Librarians have long sought more guidance on self-published books as well as books by authors of color. Aiming to answer both needs is a new award offered by the Black Caucus of the American Library Association (BCALA) and BiblioBoard (the company that partners with LJ on SELF-e), called the SELF-e Literary Award.
BCALA already holds annual awards for the best traditionally published print debut novel, fiction, nonfiction, and poetry by African American authors. The new competition will be similar: it will honor the top self-published fiction and poetry ebooks by African American authors who were born in the United States, with the winners receiving $500, formal recognition at the Black Caucus of the ALA Literary Awards, and a BCALA Literary Award Seal to use on their books. Not only is the lauding of self-published books a first for the BCALA, the new award will also be the group’s first to recognize digital content. The 2016 award will honor Cynthia Hurd, an African American library manager who was recently murdered in the AME Church shooting in Charleston.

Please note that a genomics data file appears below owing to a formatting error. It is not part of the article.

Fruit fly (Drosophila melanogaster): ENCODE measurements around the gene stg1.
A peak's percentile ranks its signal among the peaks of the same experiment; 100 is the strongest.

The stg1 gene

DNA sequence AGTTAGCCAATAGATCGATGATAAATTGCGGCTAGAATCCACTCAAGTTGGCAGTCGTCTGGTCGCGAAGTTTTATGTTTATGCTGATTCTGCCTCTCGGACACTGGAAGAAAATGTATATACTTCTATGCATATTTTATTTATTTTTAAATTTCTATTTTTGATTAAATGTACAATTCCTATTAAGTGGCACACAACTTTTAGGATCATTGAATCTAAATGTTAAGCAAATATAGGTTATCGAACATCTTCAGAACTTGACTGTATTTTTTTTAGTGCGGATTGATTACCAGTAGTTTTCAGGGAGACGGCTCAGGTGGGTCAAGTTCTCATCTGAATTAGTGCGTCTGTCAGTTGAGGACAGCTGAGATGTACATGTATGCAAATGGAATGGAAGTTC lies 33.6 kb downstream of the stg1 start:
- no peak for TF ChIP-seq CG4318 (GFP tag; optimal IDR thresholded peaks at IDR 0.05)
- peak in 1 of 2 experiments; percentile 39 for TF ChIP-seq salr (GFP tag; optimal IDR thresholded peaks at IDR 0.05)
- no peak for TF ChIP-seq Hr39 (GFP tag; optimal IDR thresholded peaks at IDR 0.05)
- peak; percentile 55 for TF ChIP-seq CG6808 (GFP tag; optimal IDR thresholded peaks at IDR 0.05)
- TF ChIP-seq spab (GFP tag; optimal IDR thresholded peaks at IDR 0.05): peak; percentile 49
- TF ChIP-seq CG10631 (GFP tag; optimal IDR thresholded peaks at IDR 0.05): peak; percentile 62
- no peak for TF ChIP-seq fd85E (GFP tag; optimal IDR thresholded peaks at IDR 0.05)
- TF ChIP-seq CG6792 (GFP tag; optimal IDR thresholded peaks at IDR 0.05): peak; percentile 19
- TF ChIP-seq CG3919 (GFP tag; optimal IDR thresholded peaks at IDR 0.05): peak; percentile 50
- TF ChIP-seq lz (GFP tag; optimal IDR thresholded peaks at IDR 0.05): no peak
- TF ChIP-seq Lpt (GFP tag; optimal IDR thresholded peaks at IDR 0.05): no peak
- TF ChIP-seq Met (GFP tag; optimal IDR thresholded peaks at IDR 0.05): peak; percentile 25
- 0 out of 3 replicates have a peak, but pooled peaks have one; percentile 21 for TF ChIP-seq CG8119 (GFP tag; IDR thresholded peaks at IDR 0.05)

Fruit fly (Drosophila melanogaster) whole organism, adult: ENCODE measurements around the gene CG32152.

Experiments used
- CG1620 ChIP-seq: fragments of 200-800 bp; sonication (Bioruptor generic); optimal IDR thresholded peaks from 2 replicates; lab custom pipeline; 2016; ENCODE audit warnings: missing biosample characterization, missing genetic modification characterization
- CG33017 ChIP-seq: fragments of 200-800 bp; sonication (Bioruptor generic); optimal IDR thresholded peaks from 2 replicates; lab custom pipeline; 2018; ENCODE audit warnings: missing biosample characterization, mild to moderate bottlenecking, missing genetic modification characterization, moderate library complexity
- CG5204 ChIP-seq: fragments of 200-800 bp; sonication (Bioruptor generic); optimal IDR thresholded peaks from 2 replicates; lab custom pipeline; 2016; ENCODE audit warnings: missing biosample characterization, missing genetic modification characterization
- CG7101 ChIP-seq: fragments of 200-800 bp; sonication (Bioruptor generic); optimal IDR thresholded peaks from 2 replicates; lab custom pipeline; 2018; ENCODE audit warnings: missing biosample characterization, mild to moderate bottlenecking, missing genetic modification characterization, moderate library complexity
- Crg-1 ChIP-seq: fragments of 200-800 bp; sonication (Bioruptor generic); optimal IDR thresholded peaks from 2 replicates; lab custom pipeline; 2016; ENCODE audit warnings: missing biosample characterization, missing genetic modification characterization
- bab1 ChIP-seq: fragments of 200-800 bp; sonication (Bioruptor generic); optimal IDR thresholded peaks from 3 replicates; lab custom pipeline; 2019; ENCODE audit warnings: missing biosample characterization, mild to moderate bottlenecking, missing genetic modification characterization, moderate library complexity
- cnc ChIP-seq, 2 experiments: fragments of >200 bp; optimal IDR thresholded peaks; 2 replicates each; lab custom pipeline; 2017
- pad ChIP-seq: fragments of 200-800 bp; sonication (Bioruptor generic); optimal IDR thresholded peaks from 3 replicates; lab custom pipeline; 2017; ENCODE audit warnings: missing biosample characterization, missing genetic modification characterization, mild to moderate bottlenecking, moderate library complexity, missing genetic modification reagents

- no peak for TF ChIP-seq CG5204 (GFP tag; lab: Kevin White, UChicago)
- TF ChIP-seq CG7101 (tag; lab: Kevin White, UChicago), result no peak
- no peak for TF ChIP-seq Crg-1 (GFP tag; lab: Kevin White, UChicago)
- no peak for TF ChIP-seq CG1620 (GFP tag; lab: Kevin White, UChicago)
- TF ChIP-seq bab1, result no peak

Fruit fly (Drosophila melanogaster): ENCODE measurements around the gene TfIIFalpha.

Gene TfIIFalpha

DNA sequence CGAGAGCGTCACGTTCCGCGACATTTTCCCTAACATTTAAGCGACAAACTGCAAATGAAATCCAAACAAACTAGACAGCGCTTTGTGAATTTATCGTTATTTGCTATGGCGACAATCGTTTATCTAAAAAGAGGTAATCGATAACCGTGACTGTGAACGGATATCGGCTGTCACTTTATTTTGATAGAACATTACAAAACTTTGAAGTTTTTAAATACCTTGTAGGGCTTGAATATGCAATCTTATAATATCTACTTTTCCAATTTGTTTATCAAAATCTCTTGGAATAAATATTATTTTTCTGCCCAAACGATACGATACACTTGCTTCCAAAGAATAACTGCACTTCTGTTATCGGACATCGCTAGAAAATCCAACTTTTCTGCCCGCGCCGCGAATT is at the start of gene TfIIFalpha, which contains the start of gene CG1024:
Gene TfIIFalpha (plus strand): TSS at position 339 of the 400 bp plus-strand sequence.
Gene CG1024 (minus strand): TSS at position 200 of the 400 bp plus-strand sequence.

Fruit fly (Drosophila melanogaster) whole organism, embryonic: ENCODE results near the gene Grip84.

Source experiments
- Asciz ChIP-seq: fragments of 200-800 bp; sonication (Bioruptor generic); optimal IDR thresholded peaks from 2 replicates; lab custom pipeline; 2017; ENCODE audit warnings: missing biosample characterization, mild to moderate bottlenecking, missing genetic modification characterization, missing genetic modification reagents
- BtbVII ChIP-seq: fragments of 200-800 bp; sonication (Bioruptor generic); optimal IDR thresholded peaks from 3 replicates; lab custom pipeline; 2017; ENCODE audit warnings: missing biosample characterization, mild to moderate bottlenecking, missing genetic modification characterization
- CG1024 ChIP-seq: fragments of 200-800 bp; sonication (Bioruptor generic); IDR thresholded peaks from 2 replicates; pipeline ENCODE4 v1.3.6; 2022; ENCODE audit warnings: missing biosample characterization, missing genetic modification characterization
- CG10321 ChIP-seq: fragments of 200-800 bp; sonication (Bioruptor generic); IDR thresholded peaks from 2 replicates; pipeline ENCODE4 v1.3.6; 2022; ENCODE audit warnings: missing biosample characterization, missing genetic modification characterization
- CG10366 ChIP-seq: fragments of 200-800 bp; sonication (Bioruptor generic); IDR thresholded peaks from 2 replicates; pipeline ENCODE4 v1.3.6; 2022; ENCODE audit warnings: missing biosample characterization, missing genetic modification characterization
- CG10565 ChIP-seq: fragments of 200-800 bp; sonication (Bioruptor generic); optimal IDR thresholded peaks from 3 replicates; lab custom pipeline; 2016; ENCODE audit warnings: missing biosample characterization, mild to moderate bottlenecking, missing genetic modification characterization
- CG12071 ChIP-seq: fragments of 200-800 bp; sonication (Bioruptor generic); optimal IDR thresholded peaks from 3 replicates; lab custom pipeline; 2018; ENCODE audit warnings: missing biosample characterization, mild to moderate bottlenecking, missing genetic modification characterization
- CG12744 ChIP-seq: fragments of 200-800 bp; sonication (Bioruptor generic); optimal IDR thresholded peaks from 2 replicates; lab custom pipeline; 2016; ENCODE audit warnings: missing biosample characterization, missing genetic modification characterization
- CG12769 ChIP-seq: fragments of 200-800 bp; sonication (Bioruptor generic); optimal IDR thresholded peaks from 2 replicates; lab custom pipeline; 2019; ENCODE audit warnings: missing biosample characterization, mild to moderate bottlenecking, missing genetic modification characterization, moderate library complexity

Submissions (see guidelines) began in June and will continue through December. The winners will be selected and announced in January 2016 by a BCALA-appointed panel; the books will also be formally recognized at the 2016 ALA Annual Conference in Orlando, FL.
BiblioBoard founder and Chief Business Officer Mitchell Davis comments about the new awards that, “As publishing continues to evolve in the digital era, it is clear that self-published authors will play an ever increasing role in the literary landscape. Efforts like this,” he continued, “help authors get the recognition they deserve and help readers to find important books. It also places libraries at the center of the indie movement and insures they can positively influence book culture now and into the future.”
Kelvin Watson, current BCALA president, welcomes the initiative too, particularly noting its importance in meeting the goals outlined by the We Need Diverse Books (WNDB) initiative, which are to get more books into readers’ hands that represent a change from what’s currently widely available, such as small press books and works by authors of color. The #weneediversebooks campaign is one of Library Journal’s 2015 Movers and Shakers and School Library Journal has partnered with it to produce a booktalking kit. “Working with SELF-e is another way for the BCALA to continue our service as advocates for the development, promotion, and improvement of library services to the nation’s African American community,” says Watson. “SELF-e is an excellent tool to assist in connecting and being more inclusive,” he added.